Wednesday, July 24, 2013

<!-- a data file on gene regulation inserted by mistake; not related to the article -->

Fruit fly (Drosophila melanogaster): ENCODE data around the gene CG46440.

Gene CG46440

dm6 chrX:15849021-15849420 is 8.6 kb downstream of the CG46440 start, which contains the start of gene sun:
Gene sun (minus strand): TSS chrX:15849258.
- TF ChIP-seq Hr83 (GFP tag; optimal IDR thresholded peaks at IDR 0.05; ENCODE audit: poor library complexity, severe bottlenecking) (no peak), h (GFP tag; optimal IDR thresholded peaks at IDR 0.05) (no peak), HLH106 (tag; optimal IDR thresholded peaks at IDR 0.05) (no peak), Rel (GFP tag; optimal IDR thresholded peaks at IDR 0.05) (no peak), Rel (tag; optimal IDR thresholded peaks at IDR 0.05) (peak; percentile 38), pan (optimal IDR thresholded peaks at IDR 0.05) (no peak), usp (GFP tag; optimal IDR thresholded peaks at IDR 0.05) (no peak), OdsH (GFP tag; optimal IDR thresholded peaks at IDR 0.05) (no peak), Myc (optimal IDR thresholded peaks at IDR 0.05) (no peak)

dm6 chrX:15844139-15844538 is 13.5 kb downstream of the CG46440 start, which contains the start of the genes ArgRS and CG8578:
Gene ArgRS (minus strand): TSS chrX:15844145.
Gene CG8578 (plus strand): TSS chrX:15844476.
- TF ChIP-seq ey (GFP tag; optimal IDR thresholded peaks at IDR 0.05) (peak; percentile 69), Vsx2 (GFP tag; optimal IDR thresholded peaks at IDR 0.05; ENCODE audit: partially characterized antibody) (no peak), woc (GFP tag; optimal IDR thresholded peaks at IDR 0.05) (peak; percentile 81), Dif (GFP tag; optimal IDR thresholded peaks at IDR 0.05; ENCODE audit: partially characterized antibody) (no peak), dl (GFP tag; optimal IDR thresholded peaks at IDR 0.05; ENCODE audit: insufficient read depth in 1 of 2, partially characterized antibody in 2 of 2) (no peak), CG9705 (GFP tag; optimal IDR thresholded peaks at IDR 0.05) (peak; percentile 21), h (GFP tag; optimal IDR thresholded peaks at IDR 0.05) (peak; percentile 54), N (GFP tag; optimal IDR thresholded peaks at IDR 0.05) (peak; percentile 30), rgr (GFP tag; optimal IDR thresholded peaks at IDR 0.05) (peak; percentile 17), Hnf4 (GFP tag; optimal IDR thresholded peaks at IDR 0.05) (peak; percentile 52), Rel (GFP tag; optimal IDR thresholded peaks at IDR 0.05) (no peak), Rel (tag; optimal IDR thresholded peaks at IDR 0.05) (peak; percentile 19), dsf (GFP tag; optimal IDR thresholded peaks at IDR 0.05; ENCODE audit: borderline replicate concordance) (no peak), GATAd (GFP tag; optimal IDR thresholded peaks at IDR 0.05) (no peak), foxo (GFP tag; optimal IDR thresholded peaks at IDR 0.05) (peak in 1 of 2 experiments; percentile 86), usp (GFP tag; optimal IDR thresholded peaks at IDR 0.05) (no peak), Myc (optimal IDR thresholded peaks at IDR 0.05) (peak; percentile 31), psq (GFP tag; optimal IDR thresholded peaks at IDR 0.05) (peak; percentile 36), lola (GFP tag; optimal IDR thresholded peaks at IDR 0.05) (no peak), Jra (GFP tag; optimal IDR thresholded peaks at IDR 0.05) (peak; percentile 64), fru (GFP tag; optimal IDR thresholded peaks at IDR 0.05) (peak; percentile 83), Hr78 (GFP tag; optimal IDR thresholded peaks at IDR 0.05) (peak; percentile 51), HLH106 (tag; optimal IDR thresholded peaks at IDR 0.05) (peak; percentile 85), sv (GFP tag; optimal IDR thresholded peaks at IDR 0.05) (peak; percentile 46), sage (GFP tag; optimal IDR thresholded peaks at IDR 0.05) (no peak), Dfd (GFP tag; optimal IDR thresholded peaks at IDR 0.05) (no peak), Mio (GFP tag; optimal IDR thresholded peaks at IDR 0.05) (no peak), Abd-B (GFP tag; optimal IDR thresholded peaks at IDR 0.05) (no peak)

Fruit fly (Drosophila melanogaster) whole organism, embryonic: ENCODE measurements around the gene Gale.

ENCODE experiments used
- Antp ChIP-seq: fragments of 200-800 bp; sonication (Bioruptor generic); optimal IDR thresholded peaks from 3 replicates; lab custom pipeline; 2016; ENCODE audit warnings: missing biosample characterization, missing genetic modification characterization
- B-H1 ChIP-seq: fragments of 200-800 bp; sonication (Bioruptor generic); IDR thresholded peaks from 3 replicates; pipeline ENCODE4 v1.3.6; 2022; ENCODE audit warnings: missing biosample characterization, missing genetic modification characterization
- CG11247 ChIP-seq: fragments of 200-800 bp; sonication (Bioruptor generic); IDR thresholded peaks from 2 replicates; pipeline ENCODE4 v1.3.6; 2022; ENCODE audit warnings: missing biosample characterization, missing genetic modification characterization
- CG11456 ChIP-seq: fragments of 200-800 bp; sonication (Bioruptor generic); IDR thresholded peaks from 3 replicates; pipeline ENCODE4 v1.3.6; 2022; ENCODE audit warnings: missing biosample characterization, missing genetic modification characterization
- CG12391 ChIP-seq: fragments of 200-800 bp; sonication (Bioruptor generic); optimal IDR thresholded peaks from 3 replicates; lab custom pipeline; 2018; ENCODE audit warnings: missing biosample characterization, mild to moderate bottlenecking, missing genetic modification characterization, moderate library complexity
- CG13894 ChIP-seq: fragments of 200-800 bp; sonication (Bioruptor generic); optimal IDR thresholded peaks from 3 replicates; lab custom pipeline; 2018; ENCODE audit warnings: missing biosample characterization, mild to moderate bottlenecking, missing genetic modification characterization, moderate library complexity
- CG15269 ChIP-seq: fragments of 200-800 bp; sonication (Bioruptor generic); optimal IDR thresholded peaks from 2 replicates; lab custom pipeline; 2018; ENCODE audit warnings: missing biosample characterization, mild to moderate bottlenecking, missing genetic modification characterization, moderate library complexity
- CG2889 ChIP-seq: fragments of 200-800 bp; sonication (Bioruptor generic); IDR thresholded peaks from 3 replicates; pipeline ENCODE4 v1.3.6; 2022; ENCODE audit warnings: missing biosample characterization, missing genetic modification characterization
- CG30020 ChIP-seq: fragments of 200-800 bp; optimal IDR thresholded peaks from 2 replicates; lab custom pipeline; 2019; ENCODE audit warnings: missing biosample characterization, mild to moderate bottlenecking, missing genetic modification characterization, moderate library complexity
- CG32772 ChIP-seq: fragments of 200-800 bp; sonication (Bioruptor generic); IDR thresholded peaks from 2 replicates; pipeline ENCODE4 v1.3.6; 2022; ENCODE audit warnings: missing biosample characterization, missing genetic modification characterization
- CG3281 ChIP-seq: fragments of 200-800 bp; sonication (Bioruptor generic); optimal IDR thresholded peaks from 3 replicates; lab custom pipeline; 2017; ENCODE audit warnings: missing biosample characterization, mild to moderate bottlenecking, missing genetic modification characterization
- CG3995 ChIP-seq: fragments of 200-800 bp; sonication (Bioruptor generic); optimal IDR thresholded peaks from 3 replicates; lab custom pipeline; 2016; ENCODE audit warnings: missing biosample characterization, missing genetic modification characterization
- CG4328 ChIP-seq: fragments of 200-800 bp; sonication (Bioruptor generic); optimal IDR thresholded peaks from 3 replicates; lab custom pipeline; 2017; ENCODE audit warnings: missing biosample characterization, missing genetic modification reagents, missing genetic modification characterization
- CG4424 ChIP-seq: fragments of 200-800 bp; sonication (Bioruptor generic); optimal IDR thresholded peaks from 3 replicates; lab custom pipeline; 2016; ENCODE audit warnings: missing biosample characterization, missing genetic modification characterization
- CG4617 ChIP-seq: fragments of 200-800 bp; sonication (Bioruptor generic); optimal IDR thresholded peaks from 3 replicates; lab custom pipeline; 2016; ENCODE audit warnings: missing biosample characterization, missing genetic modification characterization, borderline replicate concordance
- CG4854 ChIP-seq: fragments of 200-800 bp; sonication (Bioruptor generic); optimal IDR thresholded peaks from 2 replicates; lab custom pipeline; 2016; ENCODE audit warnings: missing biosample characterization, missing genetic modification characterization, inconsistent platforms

Willa Cather's collection of three stories of the West, Obscure Destinies, was published in 1932. The first story, "Neighbor Rosicky," tells the story of the patriarch of the farm, Rosicky, who cares for his land and his family in Nebraska. It is a simple story, but a really warmhearted one. My favorite scene is when old man Rosicky visits his son Rudolph and his daughter-in-law Polly. Worried about how Polly, a city girl, will take to farming life, he goes over to give them his car to borrow so they can go out to a night on the town. Rosicky takes an apron off a hook and gently pushes Polly out of the way. Cather writes, "That kind, reassuring grip on her elbows, the old man's funny bright eyes, made Polly want to drop her head on his shoulder for a second." Cather finds such tenderness in the smallest moments. The second story, "Old Mrs. Harris," follows the life of Grandma Harris, who is often stoic except when she beams with love for her grandchildren. The neighbor, Mrs. Rosen often brings over coffee cake and tries to bring Mrs. Harris out of her shell. As Cather writes, the house in which the Harris family lived was small and "Mrs. Harris and her 'things' were almost required to be invisible." While Mrs. Harris may not take up very much space figuratively, she doesn't need more than her grandchildren to make her "perfectly happy." Cather writes of Grandma Harris and her grandsons, "She and the twins were the same age; they had in common all the realest and truest things." This sentiment really reminds me of Capote's short story, "A Christmas Memory" which follows the friendship of young Buddy and his older cousin Sook. The final story, "Two Friends" is told from the perspective of a young boy who looks up to two older men in his small town, who "led more varied lives than the other men in our town." These stories are classic Cather - not my favorites of hers, but still worth reading.